His “A Taste of Honey” talk on the sensory analysis of honey (called ‘organoleptics’) will focus on what was learnt attending an international honey tasting course, broadening his taste palate experience in a careful precise structured way. Gustatory appreciation involves systematically evaluating what’s actually ‘in the jar’ as the principal point of interest; which honey’s might be preferred when and why, across a range of different varieties, as well as conformity to distinct model unifloral “types”.
What’s involved, how it’s done, will be explained, together with some possible implications and wider practical applications directly relevant to ourselves as UK based beekeepers, honey purveyors and connoisseurs’.
“Bait Hives” – David Evans – “The Apiarist”
David Evans is Professor of Virology in the School of Biology, University of St. Andrews. His research interests include the replication and evolution of important human and animal viral pathogens including poliovirus, Zika virus and both deformed wing virus (DWV) and chronic bee paralysis virus (CBPV) of honeybees.
David is an enthusiastic beekeeper and a member of Fife Beekeepers, the East of Scotland BKA and Lochaber BKA. He runs about twenty colonies for research and pleasure and is particularly interested in queen rearing and ‘pottering in the shed with bits of wood and a nail gun’.
His involvement in DIY for beekeeping resulted in a regular column in the Warwick and Leamington Beekeepers newsletter Bee Talk which, over time, evolved into his personal beekeeping website https://www.theapiarist.org/. On this he covers topics as diverse as Varroa management, responsible mentoring, the price of honey and waspkeeping. New posts appear every Friday afternoon and he regularly discusses recent scientific advances in the biology of honey bees.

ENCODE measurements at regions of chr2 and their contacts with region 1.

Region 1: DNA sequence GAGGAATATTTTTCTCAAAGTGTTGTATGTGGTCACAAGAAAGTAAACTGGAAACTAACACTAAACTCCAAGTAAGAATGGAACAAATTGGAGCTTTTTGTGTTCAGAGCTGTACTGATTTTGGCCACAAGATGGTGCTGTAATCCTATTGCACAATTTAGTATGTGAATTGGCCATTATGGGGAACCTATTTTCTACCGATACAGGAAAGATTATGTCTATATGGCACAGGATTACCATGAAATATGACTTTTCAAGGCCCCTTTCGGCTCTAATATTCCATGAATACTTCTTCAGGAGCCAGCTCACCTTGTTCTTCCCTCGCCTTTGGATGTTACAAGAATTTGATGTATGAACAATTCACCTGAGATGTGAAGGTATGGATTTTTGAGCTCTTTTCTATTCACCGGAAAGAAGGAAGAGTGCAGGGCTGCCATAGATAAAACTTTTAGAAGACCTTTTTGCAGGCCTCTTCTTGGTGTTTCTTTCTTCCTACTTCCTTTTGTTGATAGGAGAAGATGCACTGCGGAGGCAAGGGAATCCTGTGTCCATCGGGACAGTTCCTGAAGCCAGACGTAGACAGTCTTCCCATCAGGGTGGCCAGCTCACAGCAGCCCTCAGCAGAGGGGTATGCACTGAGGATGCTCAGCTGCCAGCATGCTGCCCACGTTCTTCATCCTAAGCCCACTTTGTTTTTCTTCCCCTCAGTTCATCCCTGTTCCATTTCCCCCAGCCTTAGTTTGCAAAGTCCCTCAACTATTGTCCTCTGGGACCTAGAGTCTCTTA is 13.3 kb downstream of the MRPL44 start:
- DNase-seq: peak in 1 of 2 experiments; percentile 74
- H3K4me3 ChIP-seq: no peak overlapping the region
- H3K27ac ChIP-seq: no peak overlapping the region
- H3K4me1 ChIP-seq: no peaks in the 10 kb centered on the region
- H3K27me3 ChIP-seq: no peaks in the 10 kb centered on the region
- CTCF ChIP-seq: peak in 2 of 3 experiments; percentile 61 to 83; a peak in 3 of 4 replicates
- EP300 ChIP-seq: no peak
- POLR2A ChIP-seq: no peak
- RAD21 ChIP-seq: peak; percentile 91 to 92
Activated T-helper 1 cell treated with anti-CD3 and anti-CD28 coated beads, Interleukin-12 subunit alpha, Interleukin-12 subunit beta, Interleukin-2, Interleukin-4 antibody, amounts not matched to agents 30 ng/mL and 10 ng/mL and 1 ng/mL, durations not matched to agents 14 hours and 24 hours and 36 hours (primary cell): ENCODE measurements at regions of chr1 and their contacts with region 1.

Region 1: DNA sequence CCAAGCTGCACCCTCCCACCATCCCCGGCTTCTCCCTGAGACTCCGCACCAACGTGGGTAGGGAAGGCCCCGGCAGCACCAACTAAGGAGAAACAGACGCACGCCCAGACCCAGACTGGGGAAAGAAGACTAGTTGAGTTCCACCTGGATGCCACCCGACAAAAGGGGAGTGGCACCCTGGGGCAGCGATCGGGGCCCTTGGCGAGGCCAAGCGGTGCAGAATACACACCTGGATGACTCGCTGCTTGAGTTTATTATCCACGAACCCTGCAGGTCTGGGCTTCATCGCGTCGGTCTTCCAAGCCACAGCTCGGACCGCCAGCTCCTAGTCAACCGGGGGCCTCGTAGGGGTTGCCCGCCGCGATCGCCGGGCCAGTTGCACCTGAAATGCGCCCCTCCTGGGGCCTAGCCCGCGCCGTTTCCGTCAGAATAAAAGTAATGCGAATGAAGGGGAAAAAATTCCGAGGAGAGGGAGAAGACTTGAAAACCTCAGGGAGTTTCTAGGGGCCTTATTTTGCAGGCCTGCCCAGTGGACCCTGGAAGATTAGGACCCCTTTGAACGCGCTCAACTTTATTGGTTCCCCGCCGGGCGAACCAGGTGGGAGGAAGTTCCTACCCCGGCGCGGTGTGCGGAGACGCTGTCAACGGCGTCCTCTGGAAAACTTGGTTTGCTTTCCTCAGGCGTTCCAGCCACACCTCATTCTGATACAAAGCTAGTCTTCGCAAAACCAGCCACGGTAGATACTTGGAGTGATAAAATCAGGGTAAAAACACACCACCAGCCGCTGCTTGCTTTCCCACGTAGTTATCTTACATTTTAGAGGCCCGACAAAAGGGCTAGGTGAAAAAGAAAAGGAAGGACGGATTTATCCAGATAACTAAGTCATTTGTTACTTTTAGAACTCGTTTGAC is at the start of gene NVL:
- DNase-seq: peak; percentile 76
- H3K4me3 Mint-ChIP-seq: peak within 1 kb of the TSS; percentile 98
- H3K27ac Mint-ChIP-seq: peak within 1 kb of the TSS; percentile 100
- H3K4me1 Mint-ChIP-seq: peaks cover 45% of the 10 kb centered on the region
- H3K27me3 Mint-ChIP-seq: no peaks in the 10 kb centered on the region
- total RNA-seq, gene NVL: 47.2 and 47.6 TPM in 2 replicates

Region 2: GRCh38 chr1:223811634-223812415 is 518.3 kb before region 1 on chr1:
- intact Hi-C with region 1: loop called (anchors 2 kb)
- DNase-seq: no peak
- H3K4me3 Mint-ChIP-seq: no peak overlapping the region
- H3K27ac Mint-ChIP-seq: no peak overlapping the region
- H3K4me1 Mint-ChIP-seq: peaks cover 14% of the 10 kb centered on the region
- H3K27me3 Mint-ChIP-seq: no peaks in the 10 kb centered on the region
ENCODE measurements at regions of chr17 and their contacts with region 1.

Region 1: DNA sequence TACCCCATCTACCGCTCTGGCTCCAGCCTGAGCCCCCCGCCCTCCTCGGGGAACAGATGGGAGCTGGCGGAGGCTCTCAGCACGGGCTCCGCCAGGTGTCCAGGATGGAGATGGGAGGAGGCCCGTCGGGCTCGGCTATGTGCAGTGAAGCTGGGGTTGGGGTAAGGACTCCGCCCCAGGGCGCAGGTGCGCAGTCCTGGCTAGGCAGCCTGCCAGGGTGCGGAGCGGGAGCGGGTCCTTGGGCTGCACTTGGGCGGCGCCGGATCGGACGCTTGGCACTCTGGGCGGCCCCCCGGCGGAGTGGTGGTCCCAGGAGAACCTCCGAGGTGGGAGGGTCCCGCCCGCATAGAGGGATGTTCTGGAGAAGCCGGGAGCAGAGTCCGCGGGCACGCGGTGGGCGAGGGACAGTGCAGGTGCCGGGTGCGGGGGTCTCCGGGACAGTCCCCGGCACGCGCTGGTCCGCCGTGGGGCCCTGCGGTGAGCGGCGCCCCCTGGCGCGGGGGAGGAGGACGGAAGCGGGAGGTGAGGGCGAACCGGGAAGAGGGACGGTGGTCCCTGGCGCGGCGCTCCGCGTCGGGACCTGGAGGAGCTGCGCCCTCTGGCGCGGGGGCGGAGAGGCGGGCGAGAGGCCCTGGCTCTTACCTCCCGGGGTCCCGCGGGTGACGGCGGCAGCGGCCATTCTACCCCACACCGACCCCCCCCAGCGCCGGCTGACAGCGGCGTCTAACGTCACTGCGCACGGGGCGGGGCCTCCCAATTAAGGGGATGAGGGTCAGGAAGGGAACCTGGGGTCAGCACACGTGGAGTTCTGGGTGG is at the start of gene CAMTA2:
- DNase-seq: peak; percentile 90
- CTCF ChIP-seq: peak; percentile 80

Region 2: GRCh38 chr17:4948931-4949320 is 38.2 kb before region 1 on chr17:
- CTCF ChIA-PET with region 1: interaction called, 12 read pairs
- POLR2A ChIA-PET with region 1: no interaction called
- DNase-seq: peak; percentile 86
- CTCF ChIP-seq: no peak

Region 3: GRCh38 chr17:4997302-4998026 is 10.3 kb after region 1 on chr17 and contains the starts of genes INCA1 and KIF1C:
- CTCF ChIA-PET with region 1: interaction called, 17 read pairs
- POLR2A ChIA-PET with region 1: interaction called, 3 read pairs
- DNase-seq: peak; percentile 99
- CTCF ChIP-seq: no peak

His presentation covers theoretical and practical aspects of swarms and bait hives. It covers the role of scout bees in identifying a new nest site, the process of swarming, bivouacking and then relocation to the chosen location.
The talk discusses setting up bait hives, the choice of box, its location and contents. This covers both scientific studies and how these findings can best be applied to practical beekeeping. Discussion of the contents of bait hive necessitates another digression into building and using foundationless frames, which offer particular benefits for bait hives. The talk closes with a discussion of what you can expect to observe when scout bees find and favour your bait hive, and the things you need to do having attracted a swarm – these include moving it somewhere else and managing the Varroa that also arrive with the swarm.
“The Truth About Honey” – Lynne Ingram
Lynne is a Master beekeeper, holds the National Diploma in Beekeeping, is a member of the BBKA Exam Board, and an assessor for the Basic, Bee Health, General Husbandry assessments and module exams. Lynne has been keeping bees for over 30 years, and currently manages 25 colonies in 3 apiaries. She is always keen to encourage others into the fascinating world of beekeeping.
Honey adulteration and fraud is a growing problem worldwide and also in the UK. Britain imports a huge amount of extremely cheap honey from China and tests on many ‘own brand’ honeys in the UK have shown them to be adulterated.
Whilst many countries are working hard to combat this worldwide problem, the UK is lagging behind the rest of the world in dealing with it. Honey fraud deceives the consumer and ultimately affects beekeepers by undermining the true cost of producing honey.